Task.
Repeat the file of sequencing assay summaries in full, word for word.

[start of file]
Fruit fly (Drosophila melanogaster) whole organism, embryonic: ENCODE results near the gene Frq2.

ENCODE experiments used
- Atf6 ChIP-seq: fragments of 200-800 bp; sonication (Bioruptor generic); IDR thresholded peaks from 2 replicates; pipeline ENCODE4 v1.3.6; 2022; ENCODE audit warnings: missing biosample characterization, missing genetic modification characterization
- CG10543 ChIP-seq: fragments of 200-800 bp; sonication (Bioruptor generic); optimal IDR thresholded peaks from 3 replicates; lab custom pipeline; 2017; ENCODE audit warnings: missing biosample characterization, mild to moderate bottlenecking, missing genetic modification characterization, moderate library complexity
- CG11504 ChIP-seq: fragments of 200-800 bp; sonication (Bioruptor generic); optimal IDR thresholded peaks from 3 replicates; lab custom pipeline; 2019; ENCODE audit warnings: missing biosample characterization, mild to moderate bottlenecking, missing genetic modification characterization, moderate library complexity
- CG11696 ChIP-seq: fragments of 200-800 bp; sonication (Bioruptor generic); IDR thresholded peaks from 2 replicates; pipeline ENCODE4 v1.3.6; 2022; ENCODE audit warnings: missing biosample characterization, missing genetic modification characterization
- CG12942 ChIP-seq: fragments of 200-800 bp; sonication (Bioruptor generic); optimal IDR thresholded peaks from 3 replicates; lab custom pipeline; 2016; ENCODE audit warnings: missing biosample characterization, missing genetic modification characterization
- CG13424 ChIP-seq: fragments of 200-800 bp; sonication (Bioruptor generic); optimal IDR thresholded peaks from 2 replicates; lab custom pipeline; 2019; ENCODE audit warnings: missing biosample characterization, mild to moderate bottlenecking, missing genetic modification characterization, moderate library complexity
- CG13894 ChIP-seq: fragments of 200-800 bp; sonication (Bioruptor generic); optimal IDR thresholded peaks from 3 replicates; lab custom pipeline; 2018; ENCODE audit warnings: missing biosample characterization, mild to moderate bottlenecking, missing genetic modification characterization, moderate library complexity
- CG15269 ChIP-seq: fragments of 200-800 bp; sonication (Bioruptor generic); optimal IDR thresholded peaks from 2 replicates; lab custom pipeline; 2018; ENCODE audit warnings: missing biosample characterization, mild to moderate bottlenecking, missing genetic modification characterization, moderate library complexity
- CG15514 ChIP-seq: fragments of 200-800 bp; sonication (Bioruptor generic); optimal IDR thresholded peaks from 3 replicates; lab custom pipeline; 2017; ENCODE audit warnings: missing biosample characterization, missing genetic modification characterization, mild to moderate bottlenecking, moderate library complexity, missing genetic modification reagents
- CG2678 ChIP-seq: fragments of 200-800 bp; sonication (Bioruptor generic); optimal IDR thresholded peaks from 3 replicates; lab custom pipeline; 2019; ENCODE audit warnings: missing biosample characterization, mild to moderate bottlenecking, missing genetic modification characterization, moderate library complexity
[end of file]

Fruit fly (Drosophila melanogaster) whole organism, embryonic: ENCODE results near the gene Frq2.

ENCODE experiments used
- Atf6 ChIP-seq: fragments of 200-800 bp; sonication (Bioruptor generic); IDR thresholded peaks from 2 replicates; pipeline ENCODE4 v1.3.6; 2022; ENCODE audit warnings: missing biosample characterization, missing genetic modification characterization
- CG10543 ChIP-seq: fragments of 200-800 bp; sonication (Bioruptor generic); optimal IDR thresholded peaks from 3 replicates; lab custom pipeline; 2017; ENCODE audit warnings: missing biosample characterization, mild to moderate bottlenecking, missing genetic modification characterization, moderate library complexity
- CG11504 ChIP-seq: fragments of 200-800 bp; sonication (Bioruptor generic); optimal IDR thresholded peaks from 3 replicates; lab custom pipeline; 2019; ENCODE audit warnings: missing biosample characterization, mild to moderate bottlenecking, missing genetic modification characterization, moderate library complexity
- CG11696 ChIP-seq: fragments of 200-800 bp; sonication (Bioruptor generic); IDR thresholded peaks from 2 replicates; pipeline ENCODE4 v1.3.6; 2022; ENCODE audit warnings: missing biosample characterization, missing genetic modification characterization
- CG12942 ChIP-seq: fragments of 200-800 bp; sonication (Bioruptor generic); optimal IDR thresholded peaks from 3 replicates; lab custom pipeline; 2016; ENCODE audit warnings: missing biosample characterization, missing genetic modification characterization
- CG13424 ChIP-seq: fragments of 200-800 bp; sonication (Bioruptor generic); optimal IDR thresholded peaks from 2 replicates; lab custom pipeline; 2019; ENCODE audit warnings: missing biosample characterization, mild to moderate bottlenecking, missing genetic modification characterization, moderate library complexity
- CG13894 ChIP-seq: fragments of 200-800 bp; sonication (Bioruptor generic); optimal IDR thresholded peaks from 3 replicates; lab custom pipeline; 2018; ENCODE audit warnings: missing biosample characterization, mild to moderate bottlenecking, missing genetic modification characterization, moderate library complexity
- CG15269 ChIP-seq: fragments of 200-800 bp; sonication (Bioruptor generic); optimal IDR thresholded peaks from 2 replicates; lab custom pipeline; 2018; ENCODE audit warnings: missing biosample characterization, mild to moderate bottlenecking, missing genetic modification characterization, moderate library complexity
- CG15514 ChIP-seq: fragments of 200-800 bp; sonication (Bioruptor generic); optimal IDR thresholded peaks from 3 replicates; lab custom pipeline; 2017; ENCODE audit warnings: missing biosample characterization, missing genetic modification characterization, mild to moderate bottlenecking, moderate library complexity, missing genetic modification reagents
- CG2678 ChIP-seq: fragments of 200-800 bp; sonication (Bioruptor generic); optimal IDR thresholded peaks from 3 replicates; lab custom pipeline; 2019; ENCODE audit warnings: missing biosample characterization, mild to moderate bottlenecking, missing genetic modification characterization, moderate library complexity